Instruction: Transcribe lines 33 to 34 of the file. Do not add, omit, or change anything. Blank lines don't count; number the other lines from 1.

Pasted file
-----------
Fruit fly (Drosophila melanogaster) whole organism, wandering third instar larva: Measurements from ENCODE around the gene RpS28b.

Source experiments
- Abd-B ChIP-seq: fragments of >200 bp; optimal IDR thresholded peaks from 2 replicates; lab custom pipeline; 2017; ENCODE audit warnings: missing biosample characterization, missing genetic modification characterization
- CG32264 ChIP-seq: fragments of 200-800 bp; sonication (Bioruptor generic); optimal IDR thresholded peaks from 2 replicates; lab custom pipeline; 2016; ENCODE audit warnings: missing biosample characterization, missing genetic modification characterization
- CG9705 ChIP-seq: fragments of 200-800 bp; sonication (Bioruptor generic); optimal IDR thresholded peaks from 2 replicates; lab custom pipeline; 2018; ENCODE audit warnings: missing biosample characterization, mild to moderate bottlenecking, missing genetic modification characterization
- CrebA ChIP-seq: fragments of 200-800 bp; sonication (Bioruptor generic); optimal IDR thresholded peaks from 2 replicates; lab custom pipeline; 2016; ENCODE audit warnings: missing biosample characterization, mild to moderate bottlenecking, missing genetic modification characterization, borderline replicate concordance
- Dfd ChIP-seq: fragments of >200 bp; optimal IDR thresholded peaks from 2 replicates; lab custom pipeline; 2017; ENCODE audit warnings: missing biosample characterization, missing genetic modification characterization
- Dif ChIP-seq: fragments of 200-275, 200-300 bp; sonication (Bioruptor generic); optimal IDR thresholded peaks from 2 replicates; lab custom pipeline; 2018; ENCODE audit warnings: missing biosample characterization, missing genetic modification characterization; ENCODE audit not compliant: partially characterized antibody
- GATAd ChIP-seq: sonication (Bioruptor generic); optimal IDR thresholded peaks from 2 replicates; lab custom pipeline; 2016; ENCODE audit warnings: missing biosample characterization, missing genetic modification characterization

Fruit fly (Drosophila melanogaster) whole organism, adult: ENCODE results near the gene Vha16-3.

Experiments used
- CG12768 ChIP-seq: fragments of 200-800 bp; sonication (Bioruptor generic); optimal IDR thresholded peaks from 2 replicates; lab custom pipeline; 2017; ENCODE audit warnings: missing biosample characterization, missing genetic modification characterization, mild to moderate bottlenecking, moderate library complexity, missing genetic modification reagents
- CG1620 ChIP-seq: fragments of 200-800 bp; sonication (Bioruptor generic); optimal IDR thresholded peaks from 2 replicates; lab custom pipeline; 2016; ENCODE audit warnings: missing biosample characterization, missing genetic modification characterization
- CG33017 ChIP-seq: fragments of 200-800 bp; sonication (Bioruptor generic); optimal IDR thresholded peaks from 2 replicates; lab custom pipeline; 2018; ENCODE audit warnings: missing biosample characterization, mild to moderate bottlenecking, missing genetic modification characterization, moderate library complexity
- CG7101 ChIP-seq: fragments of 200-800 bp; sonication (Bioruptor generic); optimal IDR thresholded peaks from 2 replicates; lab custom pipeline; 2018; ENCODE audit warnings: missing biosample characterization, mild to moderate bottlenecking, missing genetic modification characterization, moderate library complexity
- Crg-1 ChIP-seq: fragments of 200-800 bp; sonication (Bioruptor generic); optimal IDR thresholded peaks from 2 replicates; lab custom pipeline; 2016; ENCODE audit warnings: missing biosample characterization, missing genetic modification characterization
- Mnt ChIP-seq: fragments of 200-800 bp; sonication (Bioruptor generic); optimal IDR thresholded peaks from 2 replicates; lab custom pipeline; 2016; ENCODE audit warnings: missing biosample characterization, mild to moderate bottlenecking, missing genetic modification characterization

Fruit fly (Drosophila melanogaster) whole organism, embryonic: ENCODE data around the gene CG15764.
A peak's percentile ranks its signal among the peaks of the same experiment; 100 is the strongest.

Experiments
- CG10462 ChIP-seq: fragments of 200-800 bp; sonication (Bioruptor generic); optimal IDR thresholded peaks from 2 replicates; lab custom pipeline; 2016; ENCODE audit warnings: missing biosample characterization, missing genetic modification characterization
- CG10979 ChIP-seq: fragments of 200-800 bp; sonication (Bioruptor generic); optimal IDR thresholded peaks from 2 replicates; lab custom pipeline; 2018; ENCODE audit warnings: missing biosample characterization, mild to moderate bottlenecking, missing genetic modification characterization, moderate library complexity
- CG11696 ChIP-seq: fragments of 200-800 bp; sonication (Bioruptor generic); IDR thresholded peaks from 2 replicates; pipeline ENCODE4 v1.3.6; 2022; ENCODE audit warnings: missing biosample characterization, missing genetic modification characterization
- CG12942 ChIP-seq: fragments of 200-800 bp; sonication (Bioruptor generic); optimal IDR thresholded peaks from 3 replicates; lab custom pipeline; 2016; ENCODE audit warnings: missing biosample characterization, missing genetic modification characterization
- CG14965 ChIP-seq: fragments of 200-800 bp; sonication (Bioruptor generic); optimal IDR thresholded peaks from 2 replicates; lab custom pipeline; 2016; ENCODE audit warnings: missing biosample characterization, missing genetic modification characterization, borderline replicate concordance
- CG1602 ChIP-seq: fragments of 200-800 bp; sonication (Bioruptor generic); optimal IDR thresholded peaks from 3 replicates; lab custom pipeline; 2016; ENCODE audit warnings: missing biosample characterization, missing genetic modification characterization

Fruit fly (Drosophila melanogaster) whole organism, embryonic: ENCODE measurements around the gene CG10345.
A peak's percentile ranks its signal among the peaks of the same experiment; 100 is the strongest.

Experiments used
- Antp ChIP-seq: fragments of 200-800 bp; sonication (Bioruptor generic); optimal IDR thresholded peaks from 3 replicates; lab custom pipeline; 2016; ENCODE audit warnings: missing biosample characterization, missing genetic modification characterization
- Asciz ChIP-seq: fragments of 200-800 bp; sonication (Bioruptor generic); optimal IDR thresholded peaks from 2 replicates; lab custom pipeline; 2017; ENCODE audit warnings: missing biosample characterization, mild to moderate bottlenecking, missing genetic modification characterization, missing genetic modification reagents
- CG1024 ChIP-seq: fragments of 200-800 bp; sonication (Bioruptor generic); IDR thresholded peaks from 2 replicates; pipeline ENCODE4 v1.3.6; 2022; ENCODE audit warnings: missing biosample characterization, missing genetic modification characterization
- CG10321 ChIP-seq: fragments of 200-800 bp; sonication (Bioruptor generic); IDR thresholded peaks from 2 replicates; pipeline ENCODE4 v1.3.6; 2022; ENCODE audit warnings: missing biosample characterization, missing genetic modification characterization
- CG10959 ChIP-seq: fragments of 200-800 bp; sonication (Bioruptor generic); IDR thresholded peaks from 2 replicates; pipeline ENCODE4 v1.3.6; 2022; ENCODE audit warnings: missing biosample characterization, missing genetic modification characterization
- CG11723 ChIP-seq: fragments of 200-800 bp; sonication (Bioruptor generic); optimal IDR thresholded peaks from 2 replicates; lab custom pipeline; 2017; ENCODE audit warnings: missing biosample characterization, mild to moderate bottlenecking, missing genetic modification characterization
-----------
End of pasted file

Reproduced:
- CG10321 ChIP-seq: fragments of 200-800 bp; sonication (Bioruptor generic); IDR thresholded peaks from 2 replicates; pipeline ENCODE4 v1.3.6; 2022; ENCODE audit warnings: missing biosample characterization, missing genetic modification characterization
- CG10959 ChIP-seq: fragments of 200-800 bp; sonication (Bioruptor generic); IDR thresholded peaks from 2 replicates; pipeline ENCODE4 v1.3.6; 2022; ENCODE audit warnings: missing biosample characterization, missing genetic modification characterization